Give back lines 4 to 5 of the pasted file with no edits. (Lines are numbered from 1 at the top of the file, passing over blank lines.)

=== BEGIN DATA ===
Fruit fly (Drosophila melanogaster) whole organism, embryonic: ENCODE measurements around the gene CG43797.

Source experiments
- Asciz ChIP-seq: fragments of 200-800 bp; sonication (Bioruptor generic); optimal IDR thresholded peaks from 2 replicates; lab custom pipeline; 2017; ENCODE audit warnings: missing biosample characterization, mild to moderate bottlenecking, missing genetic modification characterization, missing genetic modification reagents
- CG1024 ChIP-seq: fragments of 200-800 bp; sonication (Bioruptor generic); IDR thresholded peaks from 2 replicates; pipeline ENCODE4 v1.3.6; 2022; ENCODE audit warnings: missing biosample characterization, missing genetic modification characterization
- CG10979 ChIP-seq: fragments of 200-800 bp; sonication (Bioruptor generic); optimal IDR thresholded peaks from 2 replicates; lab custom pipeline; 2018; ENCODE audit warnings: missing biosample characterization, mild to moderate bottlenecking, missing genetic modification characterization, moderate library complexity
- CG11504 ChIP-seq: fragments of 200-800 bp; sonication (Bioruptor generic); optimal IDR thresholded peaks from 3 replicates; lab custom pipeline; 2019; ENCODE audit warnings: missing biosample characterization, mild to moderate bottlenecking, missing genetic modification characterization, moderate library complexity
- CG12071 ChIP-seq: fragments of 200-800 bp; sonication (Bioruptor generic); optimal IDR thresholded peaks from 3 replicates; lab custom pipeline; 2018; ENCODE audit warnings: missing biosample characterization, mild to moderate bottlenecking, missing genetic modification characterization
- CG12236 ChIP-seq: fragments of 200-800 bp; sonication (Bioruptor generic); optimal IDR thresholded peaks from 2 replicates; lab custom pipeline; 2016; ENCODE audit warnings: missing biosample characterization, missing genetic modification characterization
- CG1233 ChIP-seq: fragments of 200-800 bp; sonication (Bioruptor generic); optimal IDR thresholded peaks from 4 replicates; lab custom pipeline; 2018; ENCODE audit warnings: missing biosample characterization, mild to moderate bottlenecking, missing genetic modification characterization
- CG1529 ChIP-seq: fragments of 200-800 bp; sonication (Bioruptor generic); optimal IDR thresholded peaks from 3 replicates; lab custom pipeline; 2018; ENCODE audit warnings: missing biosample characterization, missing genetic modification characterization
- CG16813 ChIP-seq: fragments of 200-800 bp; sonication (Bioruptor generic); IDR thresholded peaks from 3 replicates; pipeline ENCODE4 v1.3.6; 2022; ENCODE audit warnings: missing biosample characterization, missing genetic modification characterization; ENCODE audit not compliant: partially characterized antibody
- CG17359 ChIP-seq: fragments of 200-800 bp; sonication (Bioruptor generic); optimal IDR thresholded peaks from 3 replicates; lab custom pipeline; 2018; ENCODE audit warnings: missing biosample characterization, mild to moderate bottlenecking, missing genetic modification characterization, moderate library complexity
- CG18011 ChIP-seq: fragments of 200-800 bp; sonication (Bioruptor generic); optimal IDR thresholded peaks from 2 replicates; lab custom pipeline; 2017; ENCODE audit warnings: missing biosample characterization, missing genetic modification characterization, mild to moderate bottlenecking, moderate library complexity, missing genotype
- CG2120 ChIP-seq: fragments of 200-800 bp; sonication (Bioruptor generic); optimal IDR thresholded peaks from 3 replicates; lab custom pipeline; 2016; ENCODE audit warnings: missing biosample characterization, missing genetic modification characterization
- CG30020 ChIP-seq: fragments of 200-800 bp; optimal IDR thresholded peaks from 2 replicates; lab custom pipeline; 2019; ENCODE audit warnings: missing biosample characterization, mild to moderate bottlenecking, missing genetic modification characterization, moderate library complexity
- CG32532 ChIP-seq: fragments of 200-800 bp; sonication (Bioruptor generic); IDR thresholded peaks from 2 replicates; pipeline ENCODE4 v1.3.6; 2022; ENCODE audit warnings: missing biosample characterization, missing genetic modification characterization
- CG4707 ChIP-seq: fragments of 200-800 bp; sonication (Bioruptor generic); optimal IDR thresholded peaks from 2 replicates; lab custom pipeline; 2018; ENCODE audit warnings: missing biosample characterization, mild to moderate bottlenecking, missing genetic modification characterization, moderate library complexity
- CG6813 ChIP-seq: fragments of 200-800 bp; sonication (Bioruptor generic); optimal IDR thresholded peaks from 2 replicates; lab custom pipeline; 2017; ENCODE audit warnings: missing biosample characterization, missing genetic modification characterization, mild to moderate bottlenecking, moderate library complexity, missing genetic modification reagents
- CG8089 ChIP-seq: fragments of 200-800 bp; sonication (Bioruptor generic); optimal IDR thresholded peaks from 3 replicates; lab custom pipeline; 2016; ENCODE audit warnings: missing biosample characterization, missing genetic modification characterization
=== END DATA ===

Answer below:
- CG1024 ChIP-seq: fragments of 200-800 bp; sonication (Bioruptor generic); IDR thresholded peaks from 2 replicates; pipeline ENCODE4 v1.3.6; 2022; ENCODE audit warnings: missing biosample characterization, missing genetic modification characterization
- CG10979 ChIP-seq: fragments of 200-800 bp; sonication (Bioruptor generic); optimal IDR thresholded peaks from 2 replicates; lab custom pipeline; 2018; ENCODE audit warnings: missing biosample characterization, mild to moderate bottlenecking, missing genetic modification characterization, moderate library complexity